Evil House Monkey pointed me at an article on CricInfo, where Andrew McLean asks the above question: what about the players? They have sporting careers to think about, and for some this may be their only chance ever to play an international match. To which I think the only response can be that there are some things more important than cricket, and any player (such as, say, Jacob Oram) who thinks otherwise is exhibiting colossal moral blindness.
Of greater concern is the fact that the players depend on cricket for their livelihood and would suffer a large financial loss (up to $40,000) if the tour did not go ahead. I'm sympathetic to this, and my natural instinct is to compensate them if the government forces the tour to be cancelled. But there's no legal obligation to do so, and if the players manage to lose that sympathy (by, say, making more dumb comments like Oram's putting cricket ahead of torture and human rights abuses), well, fuck them. I'm willing to compensate helpless victims caught in the middle, but I'm not willing to pay off people who are simply arseholes.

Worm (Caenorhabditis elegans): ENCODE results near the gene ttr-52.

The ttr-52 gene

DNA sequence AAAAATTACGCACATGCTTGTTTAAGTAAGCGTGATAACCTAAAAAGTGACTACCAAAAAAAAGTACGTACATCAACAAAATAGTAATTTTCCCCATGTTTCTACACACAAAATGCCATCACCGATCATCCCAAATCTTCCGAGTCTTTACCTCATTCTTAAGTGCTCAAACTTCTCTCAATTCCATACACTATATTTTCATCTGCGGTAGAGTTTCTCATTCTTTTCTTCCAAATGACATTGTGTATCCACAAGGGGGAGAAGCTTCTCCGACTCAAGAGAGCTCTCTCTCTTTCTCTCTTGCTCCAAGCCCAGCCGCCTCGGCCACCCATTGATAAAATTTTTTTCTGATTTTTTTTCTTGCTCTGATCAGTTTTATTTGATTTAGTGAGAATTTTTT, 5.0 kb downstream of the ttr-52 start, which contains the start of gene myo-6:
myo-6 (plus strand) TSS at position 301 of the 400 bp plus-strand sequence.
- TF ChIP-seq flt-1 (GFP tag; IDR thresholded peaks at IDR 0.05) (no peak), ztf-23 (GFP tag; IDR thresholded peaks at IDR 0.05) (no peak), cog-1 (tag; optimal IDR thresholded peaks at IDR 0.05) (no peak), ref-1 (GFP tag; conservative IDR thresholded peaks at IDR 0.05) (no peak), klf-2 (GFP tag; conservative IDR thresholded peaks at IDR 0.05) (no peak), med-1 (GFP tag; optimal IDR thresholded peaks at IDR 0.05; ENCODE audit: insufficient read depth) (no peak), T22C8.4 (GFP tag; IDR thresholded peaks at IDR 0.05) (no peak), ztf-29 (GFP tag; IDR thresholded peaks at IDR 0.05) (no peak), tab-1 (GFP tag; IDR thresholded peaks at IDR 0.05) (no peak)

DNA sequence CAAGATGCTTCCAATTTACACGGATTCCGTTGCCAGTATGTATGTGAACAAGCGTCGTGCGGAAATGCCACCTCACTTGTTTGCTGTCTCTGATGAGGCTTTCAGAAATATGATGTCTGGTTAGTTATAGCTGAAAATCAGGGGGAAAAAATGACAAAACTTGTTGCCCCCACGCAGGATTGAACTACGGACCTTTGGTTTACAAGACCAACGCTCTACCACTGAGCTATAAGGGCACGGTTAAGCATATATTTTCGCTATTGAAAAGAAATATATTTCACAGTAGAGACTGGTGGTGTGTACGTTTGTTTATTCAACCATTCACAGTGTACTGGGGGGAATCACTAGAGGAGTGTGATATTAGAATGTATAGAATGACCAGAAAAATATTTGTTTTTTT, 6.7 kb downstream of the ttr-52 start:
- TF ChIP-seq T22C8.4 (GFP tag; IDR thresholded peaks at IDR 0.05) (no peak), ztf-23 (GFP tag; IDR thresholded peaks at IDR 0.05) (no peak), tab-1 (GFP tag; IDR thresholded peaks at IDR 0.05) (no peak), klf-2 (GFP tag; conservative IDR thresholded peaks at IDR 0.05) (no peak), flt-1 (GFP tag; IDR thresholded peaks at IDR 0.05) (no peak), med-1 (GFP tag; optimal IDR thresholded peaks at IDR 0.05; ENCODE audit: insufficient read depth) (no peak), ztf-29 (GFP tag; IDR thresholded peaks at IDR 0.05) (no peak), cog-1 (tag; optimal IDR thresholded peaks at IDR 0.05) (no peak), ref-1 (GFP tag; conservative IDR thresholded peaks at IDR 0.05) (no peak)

More generally, McLean trots out the tired old argument that "sport is separate from politics". But this is simply another example of moral blindness. Sport does not happen in a vaccuum, and who people play sport with has political and moral consequences. Sports teams such as the Black Caps are seen as official representatives and their presence as conveying official approval. By touring Zimbabwe, the Black Caps will not just be conveying their own personal approval of the Mugabe regime as fit people to visit and talk with - but also, by implication, that of every other New Zealander. And I don't see why we should tolerate an unelected body doing that at all.